Peter Travers of Rolling Stone gives the film 3 out of 4 stars.[8]

Rick Groen of The Globe and Mail describes the film as "Tepid and downright confusing" for those who have not read the books, although he suspects there are few who have not; he notes that the plot, "already thick on the page, often seems impenetrable here." Although he concedes the plot generates some suspense, he complains it more often results in confusion but hopes the final film in the trilogy will bring greater clarity.[9]

Box officeEdit

Prior to released in the United States, the film had already earned $51,259,526 at the international box office.[2]

During its first week of release in the United States, it grossed $904,998, being released in three times as many theaters as the first film and grossing three times as much.[2] The film has a worldwide gross of $67,126,795.[2]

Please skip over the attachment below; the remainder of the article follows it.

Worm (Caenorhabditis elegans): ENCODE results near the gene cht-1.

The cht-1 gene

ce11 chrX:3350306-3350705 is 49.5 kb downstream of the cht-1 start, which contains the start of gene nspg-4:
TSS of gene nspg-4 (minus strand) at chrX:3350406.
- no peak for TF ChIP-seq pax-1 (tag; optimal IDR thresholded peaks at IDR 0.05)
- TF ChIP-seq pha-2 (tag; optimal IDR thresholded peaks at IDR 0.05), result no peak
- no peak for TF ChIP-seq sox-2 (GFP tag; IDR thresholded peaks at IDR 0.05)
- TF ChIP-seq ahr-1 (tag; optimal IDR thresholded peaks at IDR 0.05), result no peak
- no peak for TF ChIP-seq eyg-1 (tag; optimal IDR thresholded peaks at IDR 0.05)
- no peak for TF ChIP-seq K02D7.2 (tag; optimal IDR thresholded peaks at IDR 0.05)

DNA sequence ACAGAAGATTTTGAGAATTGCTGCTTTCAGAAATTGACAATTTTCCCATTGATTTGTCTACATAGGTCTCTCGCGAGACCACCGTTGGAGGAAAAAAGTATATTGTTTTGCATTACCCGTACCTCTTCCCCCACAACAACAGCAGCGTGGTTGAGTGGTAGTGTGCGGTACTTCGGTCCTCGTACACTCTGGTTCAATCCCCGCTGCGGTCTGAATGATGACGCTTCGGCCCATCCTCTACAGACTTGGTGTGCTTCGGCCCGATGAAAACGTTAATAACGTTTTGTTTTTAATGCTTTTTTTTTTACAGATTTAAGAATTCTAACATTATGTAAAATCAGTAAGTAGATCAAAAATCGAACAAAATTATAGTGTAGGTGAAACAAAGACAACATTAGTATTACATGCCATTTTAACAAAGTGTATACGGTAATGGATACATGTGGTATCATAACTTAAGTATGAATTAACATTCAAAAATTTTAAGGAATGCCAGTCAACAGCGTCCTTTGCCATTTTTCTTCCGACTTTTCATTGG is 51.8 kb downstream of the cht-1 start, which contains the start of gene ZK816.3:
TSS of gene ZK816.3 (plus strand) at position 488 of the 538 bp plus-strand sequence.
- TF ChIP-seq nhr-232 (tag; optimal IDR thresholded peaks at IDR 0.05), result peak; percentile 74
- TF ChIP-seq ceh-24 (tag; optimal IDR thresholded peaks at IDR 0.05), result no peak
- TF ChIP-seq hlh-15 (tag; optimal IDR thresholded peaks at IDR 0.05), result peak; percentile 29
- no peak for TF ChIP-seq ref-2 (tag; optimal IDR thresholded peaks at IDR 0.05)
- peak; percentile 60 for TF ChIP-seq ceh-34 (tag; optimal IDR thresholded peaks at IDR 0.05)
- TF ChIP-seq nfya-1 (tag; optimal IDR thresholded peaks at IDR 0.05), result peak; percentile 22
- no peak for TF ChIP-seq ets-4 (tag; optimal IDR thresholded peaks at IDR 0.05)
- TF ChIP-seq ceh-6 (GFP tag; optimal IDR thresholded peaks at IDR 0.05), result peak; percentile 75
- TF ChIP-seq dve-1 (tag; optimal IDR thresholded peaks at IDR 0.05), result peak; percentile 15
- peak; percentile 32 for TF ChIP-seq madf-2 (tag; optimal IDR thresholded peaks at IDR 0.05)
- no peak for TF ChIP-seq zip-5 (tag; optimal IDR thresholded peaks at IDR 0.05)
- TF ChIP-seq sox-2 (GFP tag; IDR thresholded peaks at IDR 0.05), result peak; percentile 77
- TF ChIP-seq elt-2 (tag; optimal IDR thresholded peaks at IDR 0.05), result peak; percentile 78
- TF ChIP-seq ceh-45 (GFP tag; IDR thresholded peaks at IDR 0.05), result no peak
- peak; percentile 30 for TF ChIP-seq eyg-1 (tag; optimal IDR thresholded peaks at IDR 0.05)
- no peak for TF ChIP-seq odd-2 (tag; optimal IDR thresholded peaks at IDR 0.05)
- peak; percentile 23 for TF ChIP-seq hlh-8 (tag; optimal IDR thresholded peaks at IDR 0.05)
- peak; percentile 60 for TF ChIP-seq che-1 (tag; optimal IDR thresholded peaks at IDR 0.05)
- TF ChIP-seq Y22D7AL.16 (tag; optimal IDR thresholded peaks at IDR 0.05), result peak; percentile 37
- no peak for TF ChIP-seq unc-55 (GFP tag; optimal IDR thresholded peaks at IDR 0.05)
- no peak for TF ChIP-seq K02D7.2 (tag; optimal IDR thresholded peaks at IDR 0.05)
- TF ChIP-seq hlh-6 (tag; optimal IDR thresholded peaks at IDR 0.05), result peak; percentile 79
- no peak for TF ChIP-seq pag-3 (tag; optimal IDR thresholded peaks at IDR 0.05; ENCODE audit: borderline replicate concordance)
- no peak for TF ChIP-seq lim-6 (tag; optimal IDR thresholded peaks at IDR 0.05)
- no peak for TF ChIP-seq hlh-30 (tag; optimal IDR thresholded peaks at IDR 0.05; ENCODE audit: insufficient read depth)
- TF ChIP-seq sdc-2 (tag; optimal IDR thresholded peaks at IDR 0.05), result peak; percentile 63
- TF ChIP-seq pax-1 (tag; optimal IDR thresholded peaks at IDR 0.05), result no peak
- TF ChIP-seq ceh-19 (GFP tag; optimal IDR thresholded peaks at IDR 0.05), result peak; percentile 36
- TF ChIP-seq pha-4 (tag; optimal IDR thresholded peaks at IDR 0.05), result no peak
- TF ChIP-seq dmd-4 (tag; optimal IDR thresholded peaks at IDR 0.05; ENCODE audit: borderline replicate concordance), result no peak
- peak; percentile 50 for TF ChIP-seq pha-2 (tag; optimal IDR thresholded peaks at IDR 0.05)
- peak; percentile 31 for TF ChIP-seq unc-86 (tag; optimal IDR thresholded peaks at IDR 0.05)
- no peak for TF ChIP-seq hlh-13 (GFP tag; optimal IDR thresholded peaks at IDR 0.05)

1. ^ "Flickan som lekte med elden (2009)". British Film Institute. Retrieved 17 August 2020.
  2. ^ a b c d "The Girl Who Played with Fire (2010)". Box Office Mojo. Retrieved 7 December 2011.
  3. ^ "The Girl Who Played with Fire (Flickan som lekte med elden) (2009)". Rotten Tomatoes. Retrieved 29 November 2018.
  4. ^ Ebert, Roger (7 July 2010). "The Girl Who Played with Fire". Chicago Sun-Times. Retrieved 7 December 2011.
  5. ^ Scott, A. O. (8 July 2010). "Even in the Rising Heat, She Stays Pretty Cool". The New York Times. Retrieved 7 December 2011.
  6. ^ Kennedy, Lisa (8 July 2010). "Movie reviews: "The Girl Who Played With Fire" and "The Killer Inside Me"". The Denver Post. Retrieved 7 December 2011.
  7. ^ Phillips, Michael (8 July 2010). "'Girl Who Played With Fire' keeps bringing the pain for pulp fans". Chicago Tribune. Retrieved 7 December 2011.
  8. ^ Travers, Peter (7 July 2010). "The Girl Who Played With Fire". Rolling Stone. Retrieved 7 December 2011.
  9. ^ Groen, Rick (8 July 2010). "The Girl Who Played with Fire: Less poetic, more confusing". The Globe and Mail. Retrieved 7 December 2011. Gone is the first film’s director, replaced by the prosaic Daniel Alfredson, who starts things off by swarming us with a perplexing array of characters.

External linksEdit